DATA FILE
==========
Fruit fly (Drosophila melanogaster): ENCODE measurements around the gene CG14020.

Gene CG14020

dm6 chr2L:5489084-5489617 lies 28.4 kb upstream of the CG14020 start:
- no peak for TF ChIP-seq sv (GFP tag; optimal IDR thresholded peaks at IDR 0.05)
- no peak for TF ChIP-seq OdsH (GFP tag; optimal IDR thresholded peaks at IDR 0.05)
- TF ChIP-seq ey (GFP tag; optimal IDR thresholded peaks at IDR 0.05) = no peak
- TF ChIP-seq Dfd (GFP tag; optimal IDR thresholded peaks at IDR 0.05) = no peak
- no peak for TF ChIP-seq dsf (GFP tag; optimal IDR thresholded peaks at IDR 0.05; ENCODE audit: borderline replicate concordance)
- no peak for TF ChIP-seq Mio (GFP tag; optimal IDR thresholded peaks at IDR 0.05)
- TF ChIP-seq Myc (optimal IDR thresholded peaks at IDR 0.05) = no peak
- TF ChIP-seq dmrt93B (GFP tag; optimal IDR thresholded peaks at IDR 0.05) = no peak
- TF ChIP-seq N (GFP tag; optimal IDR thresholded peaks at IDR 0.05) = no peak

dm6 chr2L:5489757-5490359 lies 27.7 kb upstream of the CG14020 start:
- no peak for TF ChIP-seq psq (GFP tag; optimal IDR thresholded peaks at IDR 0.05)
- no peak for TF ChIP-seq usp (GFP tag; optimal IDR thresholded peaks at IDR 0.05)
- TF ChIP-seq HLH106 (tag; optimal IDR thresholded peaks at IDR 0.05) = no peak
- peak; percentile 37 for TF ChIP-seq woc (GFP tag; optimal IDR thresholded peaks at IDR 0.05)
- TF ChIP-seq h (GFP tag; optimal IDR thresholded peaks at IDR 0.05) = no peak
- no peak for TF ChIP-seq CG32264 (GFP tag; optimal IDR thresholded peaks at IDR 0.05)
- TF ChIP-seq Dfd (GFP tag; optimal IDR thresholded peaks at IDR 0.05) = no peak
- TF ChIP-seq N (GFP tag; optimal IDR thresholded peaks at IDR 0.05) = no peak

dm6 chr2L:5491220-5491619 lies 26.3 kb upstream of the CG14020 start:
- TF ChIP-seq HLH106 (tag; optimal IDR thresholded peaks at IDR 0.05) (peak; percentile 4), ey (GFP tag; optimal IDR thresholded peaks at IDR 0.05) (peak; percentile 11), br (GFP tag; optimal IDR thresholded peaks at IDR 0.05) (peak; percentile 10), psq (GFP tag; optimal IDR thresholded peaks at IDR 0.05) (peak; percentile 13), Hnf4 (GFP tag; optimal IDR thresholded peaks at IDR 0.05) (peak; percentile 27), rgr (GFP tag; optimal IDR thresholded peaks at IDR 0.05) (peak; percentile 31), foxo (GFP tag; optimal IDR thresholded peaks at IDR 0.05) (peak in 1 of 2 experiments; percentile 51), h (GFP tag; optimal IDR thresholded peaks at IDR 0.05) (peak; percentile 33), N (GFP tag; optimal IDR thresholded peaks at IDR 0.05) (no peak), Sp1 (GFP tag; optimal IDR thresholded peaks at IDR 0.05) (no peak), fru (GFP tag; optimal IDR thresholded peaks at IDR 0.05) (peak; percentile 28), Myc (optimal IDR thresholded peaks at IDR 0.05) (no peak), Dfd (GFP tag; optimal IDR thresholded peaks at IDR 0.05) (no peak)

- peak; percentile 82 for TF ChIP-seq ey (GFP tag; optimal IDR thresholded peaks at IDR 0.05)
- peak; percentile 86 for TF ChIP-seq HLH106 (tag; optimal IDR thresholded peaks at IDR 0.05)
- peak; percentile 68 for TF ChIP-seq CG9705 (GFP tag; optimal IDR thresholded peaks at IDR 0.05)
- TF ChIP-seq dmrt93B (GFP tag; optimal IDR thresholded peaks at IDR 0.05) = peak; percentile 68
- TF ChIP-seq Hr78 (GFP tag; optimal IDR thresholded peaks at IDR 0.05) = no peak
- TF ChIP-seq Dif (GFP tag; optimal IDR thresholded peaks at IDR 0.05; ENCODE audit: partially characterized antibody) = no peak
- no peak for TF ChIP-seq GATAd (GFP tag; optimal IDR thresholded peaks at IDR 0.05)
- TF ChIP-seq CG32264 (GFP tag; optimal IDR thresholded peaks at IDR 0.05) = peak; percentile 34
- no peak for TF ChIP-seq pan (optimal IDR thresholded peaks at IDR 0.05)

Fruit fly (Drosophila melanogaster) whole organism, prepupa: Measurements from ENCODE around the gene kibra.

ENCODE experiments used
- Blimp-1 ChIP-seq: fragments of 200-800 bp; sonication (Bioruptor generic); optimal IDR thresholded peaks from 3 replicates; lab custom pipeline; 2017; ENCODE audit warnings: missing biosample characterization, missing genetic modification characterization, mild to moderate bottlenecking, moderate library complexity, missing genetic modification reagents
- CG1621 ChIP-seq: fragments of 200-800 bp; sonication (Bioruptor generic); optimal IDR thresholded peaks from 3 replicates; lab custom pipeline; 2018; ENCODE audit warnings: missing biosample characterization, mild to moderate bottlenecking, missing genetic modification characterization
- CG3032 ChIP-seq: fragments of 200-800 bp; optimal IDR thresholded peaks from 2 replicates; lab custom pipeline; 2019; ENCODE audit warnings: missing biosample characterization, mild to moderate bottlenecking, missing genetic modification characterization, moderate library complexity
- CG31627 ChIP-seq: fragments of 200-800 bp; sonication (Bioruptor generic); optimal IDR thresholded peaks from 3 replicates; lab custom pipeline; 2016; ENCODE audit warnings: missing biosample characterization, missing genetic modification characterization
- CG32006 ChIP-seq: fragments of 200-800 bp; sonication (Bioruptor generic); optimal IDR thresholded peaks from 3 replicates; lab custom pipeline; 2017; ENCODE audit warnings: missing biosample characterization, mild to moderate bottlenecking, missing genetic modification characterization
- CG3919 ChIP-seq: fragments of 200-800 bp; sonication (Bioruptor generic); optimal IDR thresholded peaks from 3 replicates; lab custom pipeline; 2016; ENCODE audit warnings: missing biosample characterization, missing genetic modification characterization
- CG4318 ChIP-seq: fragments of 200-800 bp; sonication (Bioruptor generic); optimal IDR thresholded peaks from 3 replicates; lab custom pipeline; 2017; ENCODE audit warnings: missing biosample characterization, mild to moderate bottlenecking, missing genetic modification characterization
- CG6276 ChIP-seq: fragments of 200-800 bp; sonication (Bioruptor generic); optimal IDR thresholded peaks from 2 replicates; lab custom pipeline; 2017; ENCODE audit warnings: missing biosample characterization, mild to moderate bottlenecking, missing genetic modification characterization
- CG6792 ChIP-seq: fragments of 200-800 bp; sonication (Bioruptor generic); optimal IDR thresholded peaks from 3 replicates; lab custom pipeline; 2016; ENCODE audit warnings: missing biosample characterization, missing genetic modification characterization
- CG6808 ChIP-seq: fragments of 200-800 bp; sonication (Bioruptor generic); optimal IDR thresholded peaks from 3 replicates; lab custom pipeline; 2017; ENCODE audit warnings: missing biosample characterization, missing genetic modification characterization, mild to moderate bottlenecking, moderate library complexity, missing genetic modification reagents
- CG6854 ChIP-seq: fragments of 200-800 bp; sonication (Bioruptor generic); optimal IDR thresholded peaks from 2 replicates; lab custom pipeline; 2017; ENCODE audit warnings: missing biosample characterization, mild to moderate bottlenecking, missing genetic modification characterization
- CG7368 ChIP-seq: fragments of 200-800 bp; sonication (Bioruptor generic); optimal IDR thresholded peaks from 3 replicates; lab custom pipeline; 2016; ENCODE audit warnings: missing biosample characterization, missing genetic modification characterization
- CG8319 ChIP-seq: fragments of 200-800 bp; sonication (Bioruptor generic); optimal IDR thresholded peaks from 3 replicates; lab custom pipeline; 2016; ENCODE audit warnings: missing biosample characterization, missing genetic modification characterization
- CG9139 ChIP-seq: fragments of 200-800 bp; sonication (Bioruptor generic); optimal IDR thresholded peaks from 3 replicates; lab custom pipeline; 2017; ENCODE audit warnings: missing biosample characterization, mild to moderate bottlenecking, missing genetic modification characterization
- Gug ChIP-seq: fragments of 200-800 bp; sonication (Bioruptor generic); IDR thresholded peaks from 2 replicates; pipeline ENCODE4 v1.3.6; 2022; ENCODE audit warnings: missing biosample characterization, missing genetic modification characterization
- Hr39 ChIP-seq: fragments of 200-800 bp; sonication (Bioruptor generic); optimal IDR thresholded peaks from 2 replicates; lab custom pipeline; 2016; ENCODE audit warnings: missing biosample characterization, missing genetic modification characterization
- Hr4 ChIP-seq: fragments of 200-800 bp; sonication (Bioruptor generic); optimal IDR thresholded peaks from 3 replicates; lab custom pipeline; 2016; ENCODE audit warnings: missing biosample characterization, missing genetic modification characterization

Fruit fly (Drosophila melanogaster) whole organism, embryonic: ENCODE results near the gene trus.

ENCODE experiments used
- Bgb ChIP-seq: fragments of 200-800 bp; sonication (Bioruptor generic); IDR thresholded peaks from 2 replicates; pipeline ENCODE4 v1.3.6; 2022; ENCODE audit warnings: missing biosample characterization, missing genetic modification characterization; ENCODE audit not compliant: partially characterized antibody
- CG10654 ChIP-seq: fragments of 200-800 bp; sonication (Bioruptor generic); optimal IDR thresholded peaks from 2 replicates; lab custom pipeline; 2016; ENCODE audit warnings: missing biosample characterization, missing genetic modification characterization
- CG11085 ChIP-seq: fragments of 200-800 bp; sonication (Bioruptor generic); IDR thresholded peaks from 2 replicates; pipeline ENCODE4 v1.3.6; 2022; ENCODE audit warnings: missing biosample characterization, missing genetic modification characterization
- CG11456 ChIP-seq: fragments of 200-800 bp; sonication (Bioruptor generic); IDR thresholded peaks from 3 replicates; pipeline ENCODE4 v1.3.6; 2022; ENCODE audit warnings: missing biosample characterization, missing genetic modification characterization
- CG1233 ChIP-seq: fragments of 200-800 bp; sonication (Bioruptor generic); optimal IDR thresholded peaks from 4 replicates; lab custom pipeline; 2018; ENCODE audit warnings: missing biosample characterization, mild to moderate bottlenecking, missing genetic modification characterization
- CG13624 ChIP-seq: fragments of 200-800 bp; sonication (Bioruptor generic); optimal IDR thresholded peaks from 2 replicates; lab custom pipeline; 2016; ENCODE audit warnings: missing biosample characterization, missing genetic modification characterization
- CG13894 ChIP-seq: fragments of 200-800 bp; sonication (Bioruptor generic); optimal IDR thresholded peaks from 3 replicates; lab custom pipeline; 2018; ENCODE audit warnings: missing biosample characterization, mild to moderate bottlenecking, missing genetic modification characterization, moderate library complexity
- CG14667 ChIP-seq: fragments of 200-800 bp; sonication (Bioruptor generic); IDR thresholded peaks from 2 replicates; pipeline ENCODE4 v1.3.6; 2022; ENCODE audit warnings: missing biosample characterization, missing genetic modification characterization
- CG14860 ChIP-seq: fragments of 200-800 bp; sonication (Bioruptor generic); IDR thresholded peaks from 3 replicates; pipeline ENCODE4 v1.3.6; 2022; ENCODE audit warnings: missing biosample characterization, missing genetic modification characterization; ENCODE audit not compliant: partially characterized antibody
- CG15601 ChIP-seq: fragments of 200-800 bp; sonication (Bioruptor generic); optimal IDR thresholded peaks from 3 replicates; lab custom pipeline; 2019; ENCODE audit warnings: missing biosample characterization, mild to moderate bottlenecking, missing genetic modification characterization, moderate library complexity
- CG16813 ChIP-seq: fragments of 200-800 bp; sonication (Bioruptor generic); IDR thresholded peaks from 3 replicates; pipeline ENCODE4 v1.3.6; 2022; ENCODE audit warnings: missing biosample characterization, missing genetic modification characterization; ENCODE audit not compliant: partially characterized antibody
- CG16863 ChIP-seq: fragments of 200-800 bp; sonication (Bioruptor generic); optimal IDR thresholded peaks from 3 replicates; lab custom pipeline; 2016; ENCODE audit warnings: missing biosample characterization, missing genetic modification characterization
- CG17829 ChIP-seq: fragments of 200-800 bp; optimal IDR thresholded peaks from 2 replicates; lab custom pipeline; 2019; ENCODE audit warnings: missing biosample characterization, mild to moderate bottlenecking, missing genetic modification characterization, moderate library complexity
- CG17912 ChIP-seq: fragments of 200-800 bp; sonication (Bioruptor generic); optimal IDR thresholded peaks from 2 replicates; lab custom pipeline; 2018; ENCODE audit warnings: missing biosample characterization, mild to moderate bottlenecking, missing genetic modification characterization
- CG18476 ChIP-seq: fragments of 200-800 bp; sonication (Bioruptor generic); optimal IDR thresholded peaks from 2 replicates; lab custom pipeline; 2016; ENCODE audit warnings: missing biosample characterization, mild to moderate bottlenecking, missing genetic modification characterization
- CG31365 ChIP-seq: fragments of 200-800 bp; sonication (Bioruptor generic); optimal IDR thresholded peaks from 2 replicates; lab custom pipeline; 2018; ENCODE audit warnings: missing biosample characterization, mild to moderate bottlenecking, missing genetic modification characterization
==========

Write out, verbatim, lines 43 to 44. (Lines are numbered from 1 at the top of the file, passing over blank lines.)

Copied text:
- CG6792 ChIP-seq: fragments of 200-800 bp; sonication (Bioruptor generic); optimal IDR thresholded peaks from 3 replicates; lab custom pipeline; 2016; ENCODE audit warnings: missing biosample characterization, missing genetic modification characterization
- CG6808 ChIP-seq: fragments of 200-800 bp; sonication (Bioruptor generic); optimal IDR thresholded peaks from 3 replicates; lab custom pipeline; 2017; ENCODE audit warnings: missing biosample characterization, missing genetic modification characterization, mild to moderate bottlenecking, moderate library complexity, missing genetic modification reagents